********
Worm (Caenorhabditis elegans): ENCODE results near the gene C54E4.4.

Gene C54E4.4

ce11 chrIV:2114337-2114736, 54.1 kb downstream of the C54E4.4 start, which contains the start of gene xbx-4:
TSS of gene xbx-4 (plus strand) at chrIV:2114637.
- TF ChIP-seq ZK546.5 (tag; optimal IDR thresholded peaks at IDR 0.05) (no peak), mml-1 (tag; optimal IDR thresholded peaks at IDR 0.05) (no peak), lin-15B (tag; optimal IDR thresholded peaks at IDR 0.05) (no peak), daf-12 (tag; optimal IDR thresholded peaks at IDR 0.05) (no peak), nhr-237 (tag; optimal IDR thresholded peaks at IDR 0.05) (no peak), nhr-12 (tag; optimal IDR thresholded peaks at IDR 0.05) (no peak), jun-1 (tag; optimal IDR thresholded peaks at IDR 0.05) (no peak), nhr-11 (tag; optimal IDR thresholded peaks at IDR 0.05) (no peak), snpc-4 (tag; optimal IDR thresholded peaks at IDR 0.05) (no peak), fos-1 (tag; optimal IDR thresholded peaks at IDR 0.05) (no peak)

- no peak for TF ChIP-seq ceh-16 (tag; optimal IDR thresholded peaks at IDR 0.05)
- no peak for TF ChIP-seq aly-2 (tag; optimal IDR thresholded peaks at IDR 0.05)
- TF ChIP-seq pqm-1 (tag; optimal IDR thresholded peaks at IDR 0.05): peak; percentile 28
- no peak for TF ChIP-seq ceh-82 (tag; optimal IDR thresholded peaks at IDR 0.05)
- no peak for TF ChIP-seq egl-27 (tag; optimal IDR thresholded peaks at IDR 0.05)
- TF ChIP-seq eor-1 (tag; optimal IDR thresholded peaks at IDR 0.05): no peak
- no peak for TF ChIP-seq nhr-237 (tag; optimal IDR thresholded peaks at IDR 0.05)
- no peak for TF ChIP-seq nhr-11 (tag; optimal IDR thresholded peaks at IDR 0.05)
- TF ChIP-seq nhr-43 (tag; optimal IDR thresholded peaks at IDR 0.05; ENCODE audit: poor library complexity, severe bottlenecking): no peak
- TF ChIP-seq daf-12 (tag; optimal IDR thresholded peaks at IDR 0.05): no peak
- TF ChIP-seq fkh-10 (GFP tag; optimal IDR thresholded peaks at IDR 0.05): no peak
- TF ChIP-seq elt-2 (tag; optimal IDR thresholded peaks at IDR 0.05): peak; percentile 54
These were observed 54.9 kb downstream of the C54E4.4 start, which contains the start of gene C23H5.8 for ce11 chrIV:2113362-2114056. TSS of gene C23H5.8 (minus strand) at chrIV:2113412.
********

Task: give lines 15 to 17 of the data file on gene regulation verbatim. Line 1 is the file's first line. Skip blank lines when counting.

- TF ChIP-seq daf-12 (tag; optimal IDR thresholded peaks at IDR 0.05): no peak
- TF ChIP-seq fkh-10 (GFP tag; optimal IDR thresholded peaks at IDR 0.05): no peak
- TF ChIP-seq elt-2 (tag; optimal IDR thresholded peaks at IDR 0.05): peak; percentile 54